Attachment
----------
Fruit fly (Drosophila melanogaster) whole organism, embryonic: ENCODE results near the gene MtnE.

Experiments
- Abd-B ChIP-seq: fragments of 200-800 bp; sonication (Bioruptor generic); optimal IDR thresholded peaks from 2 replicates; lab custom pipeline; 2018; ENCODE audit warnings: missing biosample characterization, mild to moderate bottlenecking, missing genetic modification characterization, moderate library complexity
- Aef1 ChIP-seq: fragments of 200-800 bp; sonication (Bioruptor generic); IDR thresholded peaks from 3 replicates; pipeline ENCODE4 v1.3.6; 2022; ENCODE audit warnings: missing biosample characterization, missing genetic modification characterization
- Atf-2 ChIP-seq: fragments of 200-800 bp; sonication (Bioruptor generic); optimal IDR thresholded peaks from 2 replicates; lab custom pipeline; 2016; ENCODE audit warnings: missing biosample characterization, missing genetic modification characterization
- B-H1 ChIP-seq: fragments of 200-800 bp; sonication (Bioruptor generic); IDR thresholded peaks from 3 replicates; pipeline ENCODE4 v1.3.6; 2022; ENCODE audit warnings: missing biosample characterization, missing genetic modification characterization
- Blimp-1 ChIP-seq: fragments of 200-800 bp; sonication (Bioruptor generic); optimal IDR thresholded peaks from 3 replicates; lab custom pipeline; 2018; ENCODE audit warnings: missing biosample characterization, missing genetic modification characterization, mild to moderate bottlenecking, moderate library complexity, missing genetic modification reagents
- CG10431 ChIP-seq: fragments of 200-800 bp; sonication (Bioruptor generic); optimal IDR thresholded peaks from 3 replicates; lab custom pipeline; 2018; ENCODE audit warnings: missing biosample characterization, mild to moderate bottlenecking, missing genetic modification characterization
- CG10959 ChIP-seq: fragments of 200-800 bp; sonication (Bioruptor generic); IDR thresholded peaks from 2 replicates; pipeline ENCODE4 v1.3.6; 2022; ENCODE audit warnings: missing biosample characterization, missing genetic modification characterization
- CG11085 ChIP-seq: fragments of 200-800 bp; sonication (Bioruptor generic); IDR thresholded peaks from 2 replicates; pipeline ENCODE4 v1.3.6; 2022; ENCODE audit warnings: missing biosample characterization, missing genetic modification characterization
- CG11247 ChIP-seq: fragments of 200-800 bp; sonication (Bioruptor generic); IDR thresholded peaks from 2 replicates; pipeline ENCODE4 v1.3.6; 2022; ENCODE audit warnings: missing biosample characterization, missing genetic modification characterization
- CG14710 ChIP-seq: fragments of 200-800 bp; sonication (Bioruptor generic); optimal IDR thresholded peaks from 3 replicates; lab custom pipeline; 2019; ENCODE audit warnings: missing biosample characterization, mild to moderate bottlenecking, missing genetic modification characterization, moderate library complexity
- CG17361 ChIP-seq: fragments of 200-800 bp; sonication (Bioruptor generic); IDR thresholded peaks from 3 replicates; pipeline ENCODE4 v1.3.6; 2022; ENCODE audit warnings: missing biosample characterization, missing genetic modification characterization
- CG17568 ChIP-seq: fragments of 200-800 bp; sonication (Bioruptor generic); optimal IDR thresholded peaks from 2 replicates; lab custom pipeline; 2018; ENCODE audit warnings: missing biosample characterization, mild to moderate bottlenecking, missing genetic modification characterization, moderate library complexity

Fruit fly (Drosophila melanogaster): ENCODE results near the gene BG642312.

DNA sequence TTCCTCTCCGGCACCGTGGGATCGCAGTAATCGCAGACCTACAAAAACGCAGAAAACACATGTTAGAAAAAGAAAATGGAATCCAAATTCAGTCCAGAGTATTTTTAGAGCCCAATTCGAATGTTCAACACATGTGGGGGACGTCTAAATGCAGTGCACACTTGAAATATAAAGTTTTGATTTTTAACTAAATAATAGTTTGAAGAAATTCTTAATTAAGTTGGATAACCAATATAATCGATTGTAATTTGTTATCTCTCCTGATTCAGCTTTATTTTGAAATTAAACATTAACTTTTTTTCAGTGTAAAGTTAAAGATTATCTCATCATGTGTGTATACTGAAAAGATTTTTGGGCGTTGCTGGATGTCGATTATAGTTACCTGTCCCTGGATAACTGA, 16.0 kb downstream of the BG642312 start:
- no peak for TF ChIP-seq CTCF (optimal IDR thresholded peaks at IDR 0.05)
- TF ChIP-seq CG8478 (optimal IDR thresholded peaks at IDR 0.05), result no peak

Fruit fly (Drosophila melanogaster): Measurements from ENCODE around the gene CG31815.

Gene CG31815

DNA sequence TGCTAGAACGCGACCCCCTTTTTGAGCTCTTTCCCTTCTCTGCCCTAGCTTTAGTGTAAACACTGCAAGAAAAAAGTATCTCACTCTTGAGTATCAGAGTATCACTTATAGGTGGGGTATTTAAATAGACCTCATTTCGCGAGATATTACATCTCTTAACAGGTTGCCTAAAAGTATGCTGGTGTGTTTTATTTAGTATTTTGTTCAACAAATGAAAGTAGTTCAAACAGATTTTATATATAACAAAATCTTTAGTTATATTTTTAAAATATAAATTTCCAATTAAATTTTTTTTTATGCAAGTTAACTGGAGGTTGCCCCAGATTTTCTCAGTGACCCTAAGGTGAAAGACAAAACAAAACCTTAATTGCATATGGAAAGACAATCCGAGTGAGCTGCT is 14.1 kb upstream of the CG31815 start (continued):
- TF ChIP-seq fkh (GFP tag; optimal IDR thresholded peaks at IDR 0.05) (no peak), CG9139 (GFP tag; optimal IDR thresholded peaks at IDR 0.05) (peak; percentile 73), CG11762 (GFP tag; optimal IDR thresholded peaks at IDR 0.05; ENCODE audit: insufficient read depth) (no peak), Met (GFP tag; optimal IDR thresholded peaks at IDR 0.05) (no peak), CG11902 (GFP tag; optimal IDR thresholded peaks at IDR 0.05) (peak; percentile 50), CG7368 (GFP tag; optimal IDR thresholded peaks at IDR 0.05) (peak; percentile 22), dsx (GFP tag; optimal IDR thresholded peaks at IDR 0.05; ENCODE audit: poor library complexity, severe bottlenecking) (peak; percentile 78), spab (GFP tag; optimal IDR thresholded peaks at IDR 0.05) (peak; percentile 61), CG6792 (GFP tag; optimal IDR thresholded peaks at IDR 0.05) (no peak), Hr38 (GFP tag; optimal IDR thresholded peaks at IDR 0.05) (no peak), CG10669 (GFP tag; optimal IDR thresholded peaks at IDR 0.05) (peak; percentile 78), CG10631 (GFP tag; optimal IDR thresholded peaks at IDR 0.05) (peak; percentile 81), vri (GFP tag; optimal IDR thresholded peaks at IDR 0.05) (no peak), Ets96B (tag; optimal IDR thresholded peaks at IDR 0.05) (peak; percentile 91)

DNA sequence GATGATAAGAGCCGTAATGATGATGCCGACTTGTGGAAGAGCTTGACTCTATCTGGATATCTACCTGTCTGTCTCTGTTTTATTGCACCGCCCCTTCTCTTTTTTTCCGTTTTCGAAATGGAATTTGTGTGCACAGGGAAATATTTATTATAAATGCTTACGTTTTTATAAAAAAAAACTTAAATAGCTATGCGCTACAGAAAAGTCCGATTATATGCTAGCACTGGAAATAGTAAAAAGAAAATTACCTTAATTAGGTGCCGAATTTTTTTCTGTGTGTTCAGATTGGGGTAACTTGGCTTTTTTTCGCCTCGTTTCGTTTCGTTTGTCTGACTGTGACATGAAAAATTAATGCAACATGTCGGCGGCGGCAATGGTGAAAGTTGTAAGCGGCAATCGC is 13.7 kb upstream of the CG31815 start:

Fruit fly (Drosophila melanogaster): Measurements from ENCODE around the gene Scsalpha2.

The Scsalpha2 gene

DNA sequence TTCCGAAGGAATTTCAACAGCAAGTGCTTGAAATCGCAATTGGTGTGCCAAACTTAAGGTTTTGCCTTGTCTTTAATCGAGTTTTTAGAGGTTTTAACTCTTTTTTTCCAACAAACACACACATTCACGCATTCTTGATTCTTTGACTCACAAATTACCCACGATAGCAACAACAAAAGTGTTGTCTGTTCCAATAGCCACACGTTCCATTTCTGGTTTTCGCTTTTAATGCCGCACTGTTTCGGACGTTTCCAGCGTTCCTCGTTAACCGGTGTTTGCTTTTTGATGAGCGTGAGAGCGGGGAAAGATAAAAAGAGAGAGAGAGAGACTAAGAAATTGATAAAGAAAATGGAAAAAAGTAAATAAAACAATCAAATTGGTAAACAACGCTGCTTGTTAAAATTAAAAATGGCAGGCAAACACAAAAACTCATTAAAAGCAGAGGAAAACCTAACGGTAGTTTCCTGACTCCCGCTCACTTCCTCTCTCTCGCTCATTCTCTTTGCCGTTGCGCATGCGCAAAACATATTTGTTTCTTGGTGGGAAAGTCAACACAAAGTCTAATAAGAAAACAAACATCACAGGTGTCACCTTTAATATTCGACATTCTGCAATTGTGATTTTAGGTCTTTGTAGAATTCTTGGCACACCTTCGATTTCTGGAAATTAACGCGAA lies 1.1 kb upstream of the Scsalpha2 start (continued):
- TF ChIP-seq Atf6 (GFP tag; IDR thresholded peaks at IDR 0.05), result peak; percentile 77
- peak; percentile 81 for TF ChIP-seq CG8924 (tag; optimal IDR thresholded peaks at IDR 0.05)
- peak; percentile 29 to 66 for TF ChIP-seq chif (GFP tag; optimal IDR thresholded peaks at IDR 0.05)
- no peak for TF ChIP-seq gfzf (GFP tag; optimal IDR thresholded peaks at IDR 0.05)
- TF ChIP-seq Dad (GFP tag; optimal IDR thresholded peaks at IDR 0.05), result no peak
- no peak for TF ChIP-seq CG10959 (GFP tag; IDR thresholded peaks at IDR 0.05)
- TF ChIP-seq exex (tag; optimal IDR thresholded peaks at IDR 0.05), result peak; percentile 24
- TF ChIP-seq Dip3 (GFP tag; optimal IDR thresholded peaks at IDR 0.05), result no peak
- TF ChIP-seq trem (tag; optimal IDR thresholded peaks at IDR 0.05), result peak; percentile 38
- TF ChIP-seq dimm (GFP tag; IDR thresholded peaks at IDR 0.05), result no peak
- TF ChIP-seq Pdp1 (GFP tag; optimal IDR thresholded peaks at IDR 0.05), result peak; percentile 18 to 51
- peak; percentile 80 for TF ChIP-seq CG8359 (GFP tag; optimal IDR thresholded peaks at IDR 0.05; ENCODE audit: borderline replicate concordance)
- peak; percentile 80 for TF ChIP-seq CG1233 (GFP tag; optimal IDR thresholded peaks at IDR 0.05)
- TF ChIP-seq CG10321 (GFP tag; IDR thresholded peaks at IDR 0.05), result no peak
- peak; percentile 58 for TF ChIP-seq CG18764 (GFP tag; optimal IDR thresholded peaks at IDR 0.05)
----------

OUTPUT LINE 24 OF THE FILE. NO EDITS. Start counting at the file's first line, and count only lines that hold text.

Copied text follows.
Fruit fly (Drosophila melanogaster): Measurements from ENCODE around the gene Scsalpha2.